This type of pessimism is freed from the tyranny of absolute laws and may lead man to understand that if he is to be happy in this life; he, must reconcile himself to its inevitable limitations. He must realize that it is his show. He is director and actor, and if the performance is rotten he can’t blame and or any other power outside himself. Nor can he be offered irrational as to ask for better materials than life itself has offered him. And this may be taken to be a measure of O’Neill’s pessimism. He does not hold that because we have lost our medieval heritage of an anthropomorphic God with a Hell beneath us and a Heaven above that life is therefore and forever a hopeless tragedy. The deep and all-obliterating gloom that characterizes such a poet as James Thomson has no parallel in O’Neill. When Thomson discovered that he had been tricked into a false faith in the days of his youth, he assumed that nothing but, despair could follow. The same is true of Hardy’s reaction, when he discovered that “What is good for God’s gardener is not good for God’s birds.” This fact made him sure that “Happiness is but an occasional episode in a general drama of pain.” And so it was with most of the modern realists. They escaped from one doom only to make themselves another even more terrible than its predecessor. To O’Neill belongs the credit of seeing life more clearly and firmly than did many of those who were his spiritual forefathers. He deals with man’s life here and now. Within the limits of this world he finds his justification for life.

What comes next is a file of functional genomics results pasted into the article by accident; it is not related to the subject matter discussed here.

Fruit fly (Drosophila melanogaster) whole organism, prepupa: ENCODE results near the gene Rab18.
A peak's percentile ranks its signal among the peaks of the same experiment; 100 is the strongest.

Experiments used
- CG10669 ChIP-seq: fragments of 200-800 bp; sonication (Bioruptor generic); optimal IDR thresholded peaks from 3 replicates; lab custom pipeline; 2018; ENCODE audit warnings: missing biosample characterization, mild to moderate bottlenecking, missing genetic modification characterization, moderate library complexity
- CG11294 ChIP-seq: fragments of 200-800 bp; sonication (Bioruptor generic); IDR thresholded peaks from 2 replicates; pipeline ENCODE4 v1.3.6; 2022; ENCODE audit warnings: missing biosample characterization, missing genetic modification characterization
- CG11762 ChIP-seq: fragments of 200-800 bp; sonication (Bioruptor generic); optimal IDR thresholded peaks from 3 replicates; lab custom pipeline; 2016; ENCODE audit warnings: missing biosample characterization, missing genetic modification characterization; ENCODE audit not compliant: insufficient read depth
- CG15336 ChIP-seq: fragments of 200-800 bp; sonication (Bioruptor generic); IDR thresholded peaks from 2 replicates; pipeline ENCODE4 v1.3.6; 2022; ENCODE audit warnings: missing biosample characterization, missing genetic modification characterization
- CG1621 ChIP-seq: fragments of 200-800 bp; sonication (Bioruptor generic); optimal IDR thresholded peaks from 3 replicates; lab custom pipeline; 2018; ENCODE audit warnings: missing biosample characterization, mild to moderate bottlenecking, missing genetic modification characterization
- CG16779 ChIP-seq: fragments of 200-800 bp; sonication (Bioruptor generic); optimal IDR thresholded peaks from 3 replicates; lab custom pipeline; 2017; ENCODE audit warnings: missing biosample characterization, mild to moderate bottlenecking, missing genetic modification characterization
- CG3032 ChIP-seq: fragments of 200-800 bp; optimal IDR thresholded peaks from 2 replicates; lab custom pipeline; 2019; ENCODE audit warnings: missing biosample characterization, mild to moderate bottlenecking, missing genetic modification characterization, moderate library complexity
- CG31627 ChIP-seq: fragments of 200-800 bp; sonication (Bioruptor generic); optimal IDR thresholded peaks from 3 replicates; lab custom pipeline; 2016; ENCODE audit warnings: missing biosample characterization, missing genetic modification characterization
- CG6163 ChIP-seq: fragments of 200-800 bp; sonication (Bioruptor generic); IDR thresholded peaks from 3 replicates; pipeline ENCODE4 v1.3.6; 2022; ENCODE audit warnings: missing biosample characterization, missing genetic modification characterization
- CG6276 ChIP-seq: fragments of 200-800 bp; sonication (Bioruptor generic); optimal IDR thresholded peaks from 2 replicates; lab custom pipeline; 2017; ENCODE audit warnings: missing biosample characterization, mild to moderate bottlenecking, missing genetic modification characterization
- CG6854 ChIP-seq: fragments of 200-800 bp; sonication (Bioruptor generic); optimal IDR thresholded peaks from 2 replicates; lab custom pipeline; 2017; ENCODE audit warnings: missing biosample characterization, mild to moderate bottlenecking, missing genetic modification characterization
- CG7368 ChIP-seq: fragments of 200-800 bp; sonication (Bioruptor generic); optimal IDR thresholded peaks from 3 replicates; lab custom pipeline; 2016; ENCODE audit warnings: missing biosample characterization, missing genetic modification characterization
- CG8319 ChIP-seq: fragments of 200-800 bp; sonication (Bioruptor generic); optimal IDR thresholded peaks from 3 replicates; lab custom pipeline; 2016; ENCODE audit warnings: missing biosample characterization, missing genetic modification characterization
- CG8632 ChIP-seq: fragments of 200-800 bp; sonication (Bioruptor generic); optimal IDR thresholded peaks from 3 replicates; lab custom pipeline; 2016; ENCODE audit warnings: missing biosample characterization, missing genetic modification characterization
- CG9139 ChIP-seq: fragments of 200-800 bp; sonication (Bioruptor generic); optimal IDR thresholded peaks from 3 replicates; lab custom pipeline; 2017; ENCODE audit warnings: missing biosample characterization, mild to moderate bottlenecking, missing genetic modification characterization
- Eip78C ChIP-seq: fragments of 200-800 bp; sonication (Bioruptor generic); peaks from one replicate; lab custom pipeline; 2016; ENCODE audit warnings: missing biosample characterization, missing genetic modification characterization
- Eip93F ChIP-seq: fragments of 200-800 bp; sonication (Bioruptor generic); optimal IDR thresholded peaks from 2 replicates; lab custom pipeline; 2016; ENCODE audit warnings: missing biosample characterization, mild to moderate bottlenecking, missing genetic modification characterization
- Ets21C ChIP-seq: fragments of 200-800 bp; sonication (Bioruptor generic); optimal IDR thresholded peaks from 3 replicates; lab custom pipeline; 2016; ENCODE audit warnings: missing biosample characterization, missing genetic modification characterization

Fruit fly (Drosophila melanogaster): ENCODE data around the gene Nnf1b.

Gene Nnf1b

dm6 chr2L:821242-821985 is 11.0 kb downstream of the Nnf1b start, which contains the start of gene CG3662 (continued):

A Lover of Life
But as he looks about him in the world and finds that man has striven artfully and savagely to deprive himself of such transitory happiness as is actually possible to life, surely he cannot be held responsible for that, and, on the basis of his interpretation of this truth, be condemned as a pessimist who has no hope for man. Once in answer to the question would he ever write about happiness, he answered:
Sure I’ll write about happiness if I can happen to meet up with that luxury, and find it sufficiently dramatic and in harmony with any deep rhythm in life. But happiness is a word. What does it mean ? Exaltation, an intensified feeling of the significant worth of man’s being and becoming? Well, if it means that––and not a mere smirking contentment with one’s lot––I know there is more of it in one real tragedy than in all the happy-ending plays ever written ... It’s mere present-day judgment to think of tragedy as unhappy ! The Greeks and the Elizabethans knew better. They felt the tremendous lift to it. It roused them spiritually to a deeper understanding of life. Through it they found release from the petty considerations of everyday existence. They saw their lives ennobled by it. A work’ of art is always happy ; all else is unhappy... ...I don’t love life because it’s pretty. Prettiness is only clothes-deep. I am a truer lover than that. I love it naked. There is beauty to me even in its ugliness.
And if more than this were needed, Barret H. Clark’s own statement which follows the quotation adds the needed touch. He writes